According to a new estimate released this week by the Congressional Budget Office, President Joe Biden’s federal student loan forgiveness plan will cost $400 billion over 10 years.
The White House, which is sensitive to charges that it is adding to rather than lowering the national deficit, quickly pushed back on the neutral federal agency’s assessment, despite the fact that it was lower than one leading outside estimate.
The Congressional Budget Office (CBO) pointed out in a letter sent Monday to North Carolina Republican senator Richard Burr and representative Virginia Foxx in response to their questions about vice president Joe Biden’s announcement last month to forgive up to $20,000 in federal student loans that delaying repayments until the end of 2022 would add another $20 million to the already astronomical price tag of $400 billion.
The White House has announced that beginning in October, Americans can seek for student loan relief.
The cost of another part of Biden’s plan, which reduces the maximum amount a borrower must repay to 5% of income from 10%, is not included in the CBO estimate. That would cost an additional $120 million, according to the nonpartisan Committee for a Responsible Federal Budget.
The score from the Congressional Budget Office (CBO), which the agency considers “highly uncertain” because of factors such as projections dependent on future economic conditions and on how future terms of loans might be modified, is just below the estimate from the Wharton Business School at the University of Pennsylvania that all three parts of the forgiveness plan would cost about $605 billion.
Democratic Party proponents claim the idea helps address education’s affordability difficulties, while opponents (including some of Biden’s own party members) say it’s impractical in a time of historically high inflation rates and gas prices.
The White House defends its student loan forgiveness plan by saying that its expense is negligible compared to the president’s capacity to encourage debt reduction in other areas.
Despite Biden’s support, the Inflation Reduction Act’s projected $300 million deficit savings won’t cover the cost of canceling the loans. According to ABC News, a senior administration official said that the net effect on cash flow from debt cancellation in 2023 would be around $21 billion.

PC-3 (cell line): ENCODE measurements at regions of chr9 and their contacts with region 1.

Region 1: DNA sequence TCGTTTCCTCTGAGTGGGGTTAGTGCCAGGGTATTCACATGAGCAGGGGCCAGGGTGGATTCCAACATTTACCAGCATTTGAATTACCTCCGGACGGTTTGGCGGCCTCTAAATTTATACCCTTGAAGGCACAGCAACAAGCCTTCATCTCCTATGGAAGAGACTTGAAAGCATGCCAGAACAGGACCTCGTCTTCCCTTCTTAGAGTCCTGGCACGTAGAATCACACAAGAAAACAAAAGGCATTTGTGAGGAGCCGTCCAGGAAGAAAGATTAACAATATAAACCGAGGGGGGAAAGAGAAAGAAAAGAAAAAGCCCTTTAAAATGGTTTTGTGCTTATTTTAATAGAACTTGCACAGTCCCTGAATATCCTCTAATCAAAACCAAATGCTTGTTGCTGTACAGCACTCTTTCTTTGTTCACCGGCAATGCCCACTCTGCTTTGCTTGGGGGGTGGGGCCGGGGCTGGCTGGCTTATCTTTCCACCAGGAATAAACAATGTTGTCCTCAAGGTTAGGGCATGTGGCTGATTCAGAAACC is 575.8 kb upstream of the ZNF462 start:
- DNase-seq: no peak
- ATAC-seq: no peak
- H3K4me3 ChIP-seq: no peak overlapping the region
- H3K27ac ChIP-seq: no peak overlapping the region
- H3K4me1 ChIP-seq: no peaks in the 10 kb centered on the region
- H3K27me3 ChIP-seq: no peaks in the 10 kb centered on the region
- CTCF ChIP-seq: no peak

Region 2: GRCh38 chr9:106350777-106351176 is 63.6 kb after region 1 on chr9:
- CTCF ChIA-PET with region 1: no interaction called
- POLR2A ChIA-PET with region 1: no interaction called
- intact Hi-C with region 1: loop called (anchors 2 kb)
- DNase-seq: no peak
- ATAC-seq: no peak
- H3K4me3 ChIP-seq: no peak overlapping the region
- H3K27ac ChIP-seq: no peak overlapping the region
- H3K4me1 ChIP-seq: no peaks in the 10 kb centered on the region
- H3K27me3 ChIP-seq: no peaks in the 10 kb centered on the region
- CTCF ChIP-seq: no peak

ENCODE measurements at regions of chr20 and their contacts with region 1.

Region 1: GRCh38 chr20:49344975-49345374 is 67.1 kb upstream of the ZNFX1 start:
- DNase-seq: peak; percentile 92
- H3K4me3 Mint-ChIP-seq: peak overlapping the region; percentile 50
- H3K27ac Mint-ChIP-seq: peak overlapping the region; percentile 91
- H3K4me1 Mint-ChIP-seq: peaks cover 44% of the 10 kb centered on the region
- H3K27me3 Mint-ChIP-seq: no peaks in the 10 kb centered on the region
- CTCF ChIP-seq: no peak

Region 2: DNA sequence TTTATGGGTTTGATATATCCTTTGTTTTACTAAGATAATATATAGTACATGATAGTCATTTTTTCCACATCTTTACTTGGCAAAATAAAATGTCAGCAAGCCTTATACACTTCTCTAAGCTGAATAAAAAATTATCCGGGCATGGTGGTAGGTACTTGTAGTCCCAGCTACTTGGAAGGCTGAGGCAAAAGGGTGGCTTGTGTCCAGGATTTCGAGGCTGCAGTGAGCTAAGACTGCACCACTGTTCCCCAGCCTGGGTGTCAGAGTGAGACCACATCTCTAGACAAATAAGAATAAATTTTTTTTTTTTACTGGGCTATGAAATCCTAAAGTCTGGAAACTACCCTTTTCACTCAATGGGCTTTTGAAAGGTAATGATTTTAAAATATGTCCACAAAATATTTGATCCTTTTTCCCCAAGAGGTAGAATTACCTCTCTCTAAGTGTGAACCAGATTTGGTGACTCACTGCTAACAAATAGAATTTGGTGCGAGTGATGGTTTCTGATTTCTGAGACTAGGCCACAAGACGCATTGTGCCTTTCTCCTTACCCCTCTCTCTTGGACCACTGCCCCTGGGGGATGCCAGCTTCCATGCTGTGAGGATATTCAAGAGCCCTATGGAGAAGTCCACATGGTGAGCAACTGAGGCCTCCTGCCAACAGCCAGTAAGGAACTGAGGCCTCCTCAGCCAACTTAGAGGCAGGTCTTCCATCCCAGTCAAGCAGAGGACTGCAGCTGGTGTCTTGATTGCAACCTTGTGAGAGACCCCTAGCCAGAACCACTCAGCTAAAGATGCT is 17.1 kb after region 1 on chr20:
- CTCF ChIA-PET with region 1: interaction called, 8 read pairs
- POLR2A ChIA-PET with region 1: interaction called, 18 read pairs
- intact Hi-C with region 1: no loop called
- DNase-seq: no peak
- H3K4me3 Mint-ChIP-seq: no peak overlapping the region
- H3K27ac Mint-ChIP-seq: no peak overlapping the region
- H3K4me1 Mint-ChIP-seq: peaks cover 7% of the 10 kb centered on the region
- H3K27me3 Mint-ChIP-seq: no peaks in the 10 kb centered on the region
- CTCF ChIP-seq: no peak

HOW TO APPLY, WHO QUALIFIES, AND MORE ON SENATOR BIDEN’S STUDENT LOAN FORGIVENESS PLAN
A White House spokeswoman released a statement emphasizing that, despite the outlay for debt forgiveness, the president is still likely to lower the government deficit this year. The official compared the situation to the massive tax cut implemented by Biden’s predecessor, Donald Trump.
“Tens of millions of hardworking families can finally catch their breath because to the Biden-Harris Administration’s initiative to reduce student loan burden. It allows folks who have been weighed down by their student loans a fighting chance to invest in a business, buy a home, or even just get a handle on their monthly costs “According to Abdullah Hasan. This is in stark contrast to the Trump tax bill, which increased the debt by roughly $2 trillion while mostly benefiting large corporations and the wealthy.
The White House also released a document disputing the CBO estimate, pointing out that it was based on an unrealistically high level of program participation (90%) whereas similar, smaller-scale programs saw significantly lower levels of participation.
The White House memo questioned the basis for the CBO’s $400 billion estimate, arguing that the CBO’s own reasoning indicated a figure closer to $250 billion.
Registration for the debt elimination program will begin in October.